But three weeks ago, Cruz noticed several young adults putting down camping gear in the park in downtown Washington and making political signs that he related to. And, as the normally quiet park became a bustling Occupy D.C. compound, Cruz found himself wanting to join them because he thinks elected officials care more about the rich than the poor.
“If Barack Obama did what he was supposed to do, we wouldn’t be in this shape,” Cruz said as he ate a few cups of stew from Martha’s Table. “He put the money for schools and jobs and he put it in Wall Street. . . . I’m waiting for a tent because I want to go protest.”
More than any other group in the District, the occupation movements are affecting many of the city’s estimated 6,500 homeless — most of whom sleep on the streets or in emergency shelters. Although protests are routine in the nation’s capital, it’s not every day that demonstrators rally in someone’s bedroom.
In growing numbers, the city’s homeless are embracing the 100-plus tents at Occupy D.C. in McPherson Square and the smaller Stop the Machine encampment at Freedom Plaza. With the Occupy Wall Street movements decrying what they labelcorporate greed, protesters said the stories behind the District’s homeless are emblematic of a political and economic system failing the lower class.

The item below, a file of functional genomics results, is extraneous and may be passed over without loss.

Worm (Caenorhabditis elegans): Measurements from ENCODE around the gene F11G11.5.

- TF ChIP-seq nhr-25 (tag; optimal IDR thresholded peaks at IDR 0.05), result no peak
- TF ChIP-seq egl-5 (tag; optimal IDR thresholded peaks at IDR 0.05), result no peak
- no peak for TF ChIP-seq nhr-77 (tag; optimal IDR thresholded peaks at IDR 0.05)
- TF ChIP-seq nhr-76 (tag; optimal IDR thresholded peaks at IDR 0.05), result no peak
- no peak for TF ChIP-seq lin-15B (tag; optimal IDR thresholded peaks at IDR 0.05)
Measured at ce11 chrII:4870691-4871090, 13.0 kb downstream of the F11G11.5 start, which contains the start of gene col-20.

Although some of the homeless resent the newcomers’ claim on the park, many said the new neighbors are doing what city leaders have struggled to do for years. The protesters are raising awareness while boosting their quality of life by bringing a sense of security and community to an otherwise cruel existence, many of the homeless said.
“It’s a good cause, and I hope they are here for months,” said Lynwood Baylor, 64, who sleeps in a shelter but sits on a bench in McPherson Square during the day. “This is the first time I have seen so many people [at the park] for the same thing. There really is strength in numbers.”
Sharing stories, resources
But as the homeless join the protests — out of political principle or the lure of a free meal and shelter — local and federal officials are growing uneasy over the tent cities.
“How do you tell the difference between homeless and protester?” asked Lt. Mike Libby of the U.S. Park Police, which is trying to determine how long the camps can remain.
With demonstrations in their fourth week, organizers at both camps seemed prepared to keep fighting economic disparity into the winter.
“We have learned, living like a homeless person in the park, what services they were not provided before,” said John Armstrong, 23, an Occupy D.C. organizer and Boston College graduate. “We teach them the knowledge we have and share stories.”